The problem was, a key part of the Dstar system is the trust server. In the US, the trust server is run by the K5TIT group in Texas. Japanese hams have their own trust server and the two don’t talk. What’s more, in the US, we have come to depend on Dplus programming on our gateways to let us communicate in the fashion described in the body of this article. In Japan, they don’t use Dplus, many are even unaware of it; communications are carried out as described in your Icom manual.
That doesn’t mean we can’t talk to the JA folks though. The first thing to be aware of is the time and date difference between there and here. They are 7 hours earlier than us so if we are used to hamming on the way to work, most of Japan is fast asleep. On our way home, and during our evening hours, they are at work. It’s often best to wait until the weekend but be aware of the international date line; they are on the other side of it so it is often “tomorrow” there.
In recent months, Japanese amateurs have been calling into the US by doing “repeater routing” They will put a repeater callsign into the UR field preceded by a slash to look like this:
If you are listening on some other repeater, such as W6CO B we are probably all hearing K6MDD via a reflector. All stations listening to the reflector on any repeater will hear the same thing.
A very important part of the JA’s transmission will be in the 20 character message that scrolls across your display. Most US hams just put something simple in there like, John in Napa but the Japanese ham will put in something like this: “Please set your to /JP1YJXA”. He will also ask you to do that during his call. You may hear something like this: “CQ Dstar Calling CQ from Northern Japan. Please set your reply to JP1YJX A. This is JI1BQW over.”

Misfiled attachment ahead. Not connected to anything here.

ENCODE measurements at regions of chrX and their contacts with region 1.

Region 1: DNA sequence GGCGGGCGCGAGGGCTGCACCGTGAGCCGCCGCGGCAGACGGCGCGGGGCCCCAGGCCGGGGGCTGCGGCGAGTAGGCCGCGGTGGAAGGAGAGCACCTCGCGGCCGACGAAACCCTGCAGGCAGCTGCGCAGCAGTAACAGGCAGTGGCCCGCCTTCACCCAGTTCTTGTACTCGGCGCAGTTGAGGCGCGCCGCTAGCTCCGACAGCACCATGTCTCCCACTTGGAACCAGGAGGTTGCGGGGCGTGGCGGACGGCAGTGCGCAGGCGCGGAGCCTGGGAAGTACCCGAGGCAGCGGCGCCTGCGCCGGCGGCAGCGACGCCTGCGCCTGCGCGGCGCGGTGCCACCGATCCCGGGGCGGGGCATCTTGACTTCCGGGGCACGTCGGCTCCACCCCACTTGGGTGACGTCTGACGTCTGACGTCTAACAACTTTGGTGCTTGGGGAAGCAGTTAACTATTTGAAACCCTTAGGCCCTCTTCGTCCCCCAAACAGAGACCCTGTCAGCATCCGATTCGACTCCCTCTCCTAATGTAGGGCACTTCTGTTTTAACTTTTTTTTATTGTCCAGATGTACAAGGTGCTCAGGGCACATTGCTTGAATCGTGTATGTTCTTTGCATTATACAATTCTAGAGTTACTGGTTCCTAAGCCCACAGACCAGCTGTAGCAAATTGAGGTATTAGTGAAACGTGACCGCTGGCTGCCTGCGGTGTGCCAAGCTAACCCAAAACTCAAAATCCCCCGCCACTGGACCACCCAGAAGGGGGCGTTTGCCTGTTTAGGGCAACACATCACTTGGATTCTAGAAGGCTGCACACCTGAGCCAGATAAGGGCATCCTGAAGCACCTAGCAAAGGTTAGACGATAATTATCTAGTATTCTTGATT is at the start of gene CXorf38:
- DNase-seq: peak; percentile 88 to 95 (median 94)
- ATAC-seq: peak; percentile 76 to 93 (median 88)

For more details see this link http://www.ji1bqw.com/how_to_call_japan_on_d-star_e.html
He will then stand by for several minutes to give you time to set your radio. If you have the Japanese repeaters already set in your memory buffers this will only take a second. Just dial in the new UR, select /JP1YJXA and reply to the calling station. Speak slowly and distinctly and announce the repeater callsign and module you are calling through. The Japanese ham will not need to change anything on his end because he knows, since you are calling him, that you are able to hear him.
Note: There are no 2-meter Dstar repeaters in Japan. Their A-modules are all mostly 450 mHz and the B-modules are mostly 1.2 gHz. I say “mostly” because the convention there is which ever module is first to be placed is A and the next module is B regardless of the band. Usually though, it’s A=450 mHz and B=1.2 gHz. Having said that though, it does not matter to us unless we plan to visit Japan and operated from there.
Here is a partial list of the current Dstar repeaters in Japan. If you input these callsigns, preceded by a slash, to your UR memory, you will be able to dial them up in seconds.
|/JP1YIWA||Tokyo (west city)|
|JP2YGKA||Kasugai (City Hall)|
These are only the earliest repeaters on line with Dstar. An internet search will find you many many more.
Icom D-Star DR Mode
Icom has superceded two of it’s popular Dstar radios. The IC91AD handheld transceiver and the ID800 have been replaced by the IC80AD and the ID880H respectively. While not a generational advance, these two radios incorporate a couple of important features that make them stand out.
The first advance is the programming software. For the first time, Icom is providing the software free of charge. The same software is used on both radios and for people familiar with the earlier versions, works very much the same.